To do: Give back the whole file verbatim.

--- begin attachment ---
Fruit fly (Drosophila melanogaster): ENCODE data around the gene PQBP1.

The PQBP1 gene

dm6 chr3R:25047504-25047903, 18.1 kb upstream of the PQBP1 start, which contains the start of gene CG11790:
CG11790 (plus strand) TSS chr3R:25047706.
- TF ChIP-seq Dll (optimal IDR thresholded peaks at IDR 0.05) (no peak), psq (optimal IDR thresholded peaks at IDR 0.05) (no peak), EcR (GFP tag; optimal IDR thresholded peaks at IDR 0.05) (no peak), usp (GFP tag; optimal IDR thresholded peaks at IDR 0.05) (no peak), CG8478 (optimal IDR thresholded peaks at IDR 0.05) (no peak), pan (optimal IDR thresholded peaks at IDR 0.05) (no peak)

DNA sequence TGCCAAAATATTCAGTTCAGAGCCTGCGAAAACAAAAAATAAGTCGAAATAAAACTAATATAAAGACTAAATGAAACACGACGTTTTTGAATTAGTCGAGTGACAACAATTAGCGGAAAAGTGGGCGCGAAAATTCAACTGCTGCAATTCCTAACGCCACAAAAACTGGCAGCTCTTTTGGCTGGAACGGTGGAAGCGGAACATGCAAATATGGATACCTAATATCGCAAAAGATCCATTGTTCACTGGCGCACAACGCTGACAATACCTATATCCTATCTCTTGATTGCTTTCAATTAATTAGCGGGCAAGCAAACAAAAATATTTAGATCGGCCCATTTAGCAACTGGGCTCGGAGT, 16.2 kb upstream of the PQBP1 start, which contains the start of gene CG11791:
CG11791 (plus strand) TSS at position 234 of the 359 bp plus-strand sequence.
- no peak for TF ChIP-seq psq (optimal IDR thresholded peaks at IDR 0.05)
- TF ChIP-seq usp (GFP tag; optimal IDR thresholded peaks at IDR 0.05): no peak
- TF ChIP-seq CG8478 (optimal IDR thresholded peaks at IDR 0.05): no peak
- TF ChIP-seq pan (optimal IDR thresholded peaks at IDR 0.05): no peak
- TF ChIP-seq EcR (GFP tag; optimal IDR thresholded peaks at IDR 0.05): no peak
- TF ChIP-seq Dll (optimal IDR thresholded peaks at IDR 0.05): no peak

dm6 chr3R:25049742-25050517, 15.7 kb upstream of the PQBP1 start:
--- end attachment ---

Fruit fly (Drosophila melanogaster): ENCODE data around the gene PQBP1.

The PQBP1 gene

dm6 chr3R:25047504-25047903, 18.1 kb upstream of the PQBP1 start, which contains the start of gene CG11790:
CG11790 (plus strand) TSS chr3R:25047706.
- TF ChIP-seq Dll (optimal IDR thresholded peaks at IDR 0.05) (no peak), psq (optimal IDR thresholded peaks at IDR 0.05) (no peak), EcR (GFP tag; optimal IDR thresholded peaks at IDR 0.05) (no peak), usp (GFP tag; optimal IDR thresholded peaks at IDR 0.05) (no peak), CG8478 (optimal IDR thresholded peaks at IDR 0.05) (no peak), pan (optimal IDR thresholded peaks at IDR 0.05) (no peak)

DNA sequence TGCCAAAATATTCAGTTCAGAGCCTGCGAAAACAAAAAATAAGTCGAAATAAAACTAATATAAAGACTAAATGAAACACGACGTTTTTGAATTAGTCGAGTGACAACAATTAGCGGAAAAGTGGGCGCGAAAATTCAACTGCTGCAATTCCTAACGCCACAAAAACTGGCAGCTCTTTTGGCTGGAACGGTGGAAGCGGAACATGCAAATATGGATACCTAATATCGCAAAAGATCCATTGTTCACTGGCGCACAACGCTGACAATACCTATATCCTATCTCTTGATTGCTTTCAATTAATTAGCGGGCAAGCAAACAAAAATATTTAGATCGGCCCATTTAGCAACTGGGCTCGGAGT, 16.2 kb upstream of the PQBP1 start, which contains the start of gene CG11791:
CG11791 (plus strand) TSS at position 234 of the 359 bp plus-strand sequence.
- no peak for TF ChIP-seq psq (optimal IDR thresholded peaks at IDR 0.05)
- TF ChIP-seq usp (GFP tag; optimal IDR thresholded peaks at IDR 0.05): no peak
- TF ChIP-seq CG8478 (optimal IDR thresholded peaks at IDR 0.05): no peak
- TF ChIP-seq pan (optimal IDR thresholded peaks at IDR 0.05): no peak
- TF ChIP-seq EcR (GFP tag; optimal IDR thresholded peaks at IDR 0.05): no peak
- TF ChIP-seq Dll (optimal IDR thresholded peaks at IDR 0.05): no peak

dm6 chr3R:25049742-25050517, 15.7 kb upstream of the PQBP1 start: